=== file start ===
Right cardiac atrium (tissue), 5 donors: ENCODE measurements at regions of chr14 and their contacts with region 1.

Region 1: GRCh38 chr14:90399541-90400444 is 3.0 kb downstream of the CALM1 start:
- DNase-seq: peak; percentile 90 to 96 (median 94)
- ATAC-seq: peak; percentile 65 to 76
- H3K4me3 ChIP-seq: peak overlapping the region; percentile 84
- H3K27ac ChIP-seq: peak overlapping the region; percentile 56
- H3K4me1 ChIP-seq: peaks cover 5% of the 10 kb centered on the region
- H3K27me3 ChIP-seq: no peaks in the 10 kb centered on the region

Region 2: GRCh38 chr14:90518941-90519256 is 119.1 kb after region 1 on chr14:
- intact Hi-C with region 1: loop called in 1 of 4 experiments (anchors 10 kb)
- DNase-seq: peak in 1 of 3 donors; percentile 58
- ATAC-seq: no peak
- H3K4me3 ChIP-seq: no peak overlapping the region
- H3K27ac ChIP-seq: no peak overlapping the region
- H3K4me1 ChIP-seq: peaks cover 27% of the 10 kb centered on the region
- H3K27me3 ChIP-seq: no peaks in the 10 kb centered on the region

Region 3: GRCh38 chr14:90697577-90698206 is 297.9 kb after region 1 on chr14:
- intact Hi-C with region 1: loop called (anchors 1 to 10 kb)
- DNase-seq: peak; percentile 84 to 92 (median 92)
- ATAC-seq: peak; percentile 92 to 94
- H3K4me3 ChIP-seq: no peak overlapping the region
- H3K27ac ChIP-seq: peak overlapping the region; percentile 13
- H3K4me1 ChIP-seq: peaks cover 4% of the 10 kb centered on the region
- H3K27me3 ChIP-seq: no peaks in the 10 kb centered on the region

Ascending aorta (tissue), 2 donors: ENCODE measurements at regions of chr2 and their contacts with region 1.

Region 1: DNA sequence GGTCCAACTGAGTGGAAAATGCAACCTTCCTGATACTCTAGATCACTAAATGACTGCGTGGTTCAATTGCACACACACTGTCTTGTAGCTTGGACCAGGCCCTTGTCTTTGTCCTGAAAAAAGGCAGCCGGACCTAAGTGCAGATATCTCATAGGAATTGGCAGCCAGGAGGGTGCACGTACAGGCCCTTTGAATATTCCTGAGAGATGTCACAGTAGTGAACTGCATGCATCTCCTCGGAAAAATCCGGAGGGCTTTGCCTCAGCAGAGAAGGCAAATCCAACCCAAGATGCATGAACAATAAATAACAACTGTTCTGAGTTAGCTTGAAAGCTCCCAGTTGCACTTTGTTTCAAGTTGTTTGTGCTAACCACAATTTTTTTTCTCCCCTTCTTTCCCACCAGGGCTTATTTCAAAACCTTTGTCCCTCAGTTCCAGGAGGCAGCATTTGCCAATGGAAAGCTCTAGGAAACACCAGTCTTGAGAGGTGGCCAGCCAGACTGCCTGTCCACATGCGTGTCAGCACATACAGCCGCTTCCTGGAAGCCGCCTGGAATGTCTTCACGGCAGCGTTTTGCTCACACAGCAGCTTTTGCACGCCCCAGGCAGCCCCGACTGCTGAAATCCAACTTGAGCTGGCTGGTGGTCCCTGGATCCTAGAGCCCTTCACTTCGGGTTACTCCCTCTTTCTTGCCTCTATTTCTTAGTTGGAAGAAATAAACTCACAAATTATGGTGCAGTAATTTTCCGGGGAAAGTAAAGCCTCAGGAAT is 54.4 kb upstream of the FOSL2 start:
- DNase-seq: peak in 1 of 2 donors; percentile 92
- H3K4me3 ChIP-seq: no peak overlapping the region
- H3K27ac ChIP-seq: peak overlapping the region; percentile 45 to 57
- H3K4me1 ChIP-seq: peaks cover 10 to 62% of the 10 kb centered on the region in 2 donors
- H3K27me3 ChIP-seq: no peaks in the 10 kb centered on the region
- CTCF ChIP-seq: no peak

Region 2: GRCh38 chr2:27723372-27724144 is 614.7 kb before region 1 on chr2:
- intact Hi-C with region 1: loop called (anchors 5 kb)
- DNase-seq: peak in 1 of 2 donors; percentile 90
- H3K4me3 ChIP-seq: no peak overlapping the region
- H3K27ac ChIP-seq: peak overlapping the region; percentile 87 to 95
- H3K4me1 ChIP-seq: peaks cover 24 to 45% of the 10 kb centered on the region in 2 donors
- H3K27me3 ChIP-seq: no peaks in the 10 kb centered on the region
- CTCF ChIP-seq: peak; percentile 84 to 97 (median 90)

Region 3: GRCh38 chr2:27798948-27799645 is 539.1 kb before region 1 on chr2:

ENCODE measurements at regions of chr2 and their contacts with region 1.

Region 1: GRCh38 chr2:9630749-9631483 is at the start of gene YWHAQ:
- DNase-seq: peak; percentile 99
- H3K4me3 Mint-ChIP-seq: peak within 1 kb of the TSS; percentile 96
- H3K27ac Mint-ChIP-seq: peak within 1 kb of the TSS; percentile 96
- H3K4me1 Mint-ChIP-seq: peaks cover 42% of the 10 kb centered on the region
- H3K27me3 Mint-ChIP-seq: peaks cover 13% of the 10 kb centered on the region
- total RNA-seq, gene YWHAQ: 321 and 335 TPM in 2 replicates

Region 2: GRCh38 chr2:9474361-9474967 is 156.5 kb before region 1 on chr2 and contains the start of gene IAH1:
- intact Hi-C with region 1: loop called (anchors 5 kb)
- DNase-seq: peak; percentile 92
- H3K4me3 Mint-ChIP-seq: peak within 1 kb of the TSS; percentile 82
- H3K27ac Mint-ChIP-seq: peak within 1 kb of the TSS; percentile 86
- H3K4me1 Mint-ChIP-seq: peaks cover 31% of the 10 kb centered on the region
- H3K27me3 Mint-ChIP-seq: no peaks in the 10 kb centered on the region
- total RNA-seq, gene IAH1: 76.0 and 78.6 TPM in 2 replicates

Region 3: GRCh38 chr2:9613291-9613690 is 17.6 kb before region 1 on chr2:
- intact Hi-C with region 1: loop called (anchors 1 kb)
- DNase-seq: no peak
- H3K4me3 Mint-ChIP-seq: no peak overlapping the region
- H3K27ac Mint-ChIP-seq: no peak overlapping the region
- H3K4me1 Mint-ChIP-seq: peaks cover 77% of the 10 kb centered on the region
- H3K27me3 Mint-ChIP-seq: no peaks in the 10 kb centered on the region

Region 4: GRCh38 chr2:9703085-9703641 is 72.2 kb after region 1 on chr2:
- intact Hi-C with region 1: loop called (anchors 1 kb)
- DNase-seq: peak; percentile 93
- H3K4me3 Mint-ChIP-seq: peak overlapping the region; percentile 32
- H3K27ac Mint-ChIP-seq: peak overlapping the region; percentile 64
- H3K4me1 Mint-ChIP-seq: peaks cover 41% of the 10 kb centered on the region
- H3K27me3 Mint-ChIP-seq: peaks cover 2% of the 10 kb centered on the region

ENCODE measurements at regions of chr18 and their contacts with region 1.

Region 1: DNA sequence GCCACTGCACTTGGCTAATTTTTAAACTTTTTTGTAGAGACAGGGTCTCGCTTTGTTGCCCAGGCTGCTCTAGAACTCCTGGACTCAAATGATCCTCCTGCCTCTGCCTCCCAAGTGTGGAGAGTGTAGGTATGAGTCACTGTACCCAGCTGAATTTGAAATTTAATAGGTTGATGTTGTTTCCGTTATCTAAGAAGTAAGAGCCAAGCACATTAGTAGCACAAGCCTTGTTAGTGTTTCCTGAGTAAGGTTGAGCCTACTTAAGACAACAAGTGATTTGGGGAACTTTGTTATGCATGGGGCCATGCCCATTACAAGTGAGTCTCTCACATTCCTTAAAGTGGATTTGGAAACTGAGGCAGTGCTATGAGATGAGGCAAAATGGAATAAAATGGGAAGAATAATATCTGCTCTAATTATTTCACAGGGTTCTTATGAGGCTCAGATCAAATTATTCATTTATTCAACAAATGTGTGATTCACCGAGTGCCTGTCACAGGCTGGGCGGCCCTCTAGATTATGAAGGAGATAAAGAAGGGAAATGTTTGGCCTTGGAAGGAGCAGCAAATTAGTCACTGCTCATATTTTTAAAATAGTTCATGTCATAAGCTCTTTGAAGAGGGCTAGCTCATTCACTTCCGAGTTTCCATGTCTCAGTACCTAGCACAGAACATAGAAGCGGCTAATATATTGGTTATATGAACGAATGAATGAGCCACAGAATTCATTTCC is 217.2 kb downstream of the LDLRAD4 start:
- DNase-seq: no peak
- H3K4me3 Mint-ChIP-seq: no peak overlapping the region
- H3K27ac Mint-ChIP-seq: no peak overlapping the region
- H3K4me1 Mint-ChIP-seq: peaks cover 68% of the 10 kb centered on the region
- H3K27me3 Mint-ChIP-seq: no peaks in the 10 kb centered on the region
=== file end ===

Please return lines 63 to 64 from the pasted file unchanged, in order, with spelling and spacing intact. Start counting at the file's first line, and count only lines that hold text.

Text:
- H3K4me1 Mint-ChIP-seq: peaks cover 77% of the 10 kb centered on the region
- H3K27me3 Mint-ChIP-seq: no peaks in the 10 kb centered on the region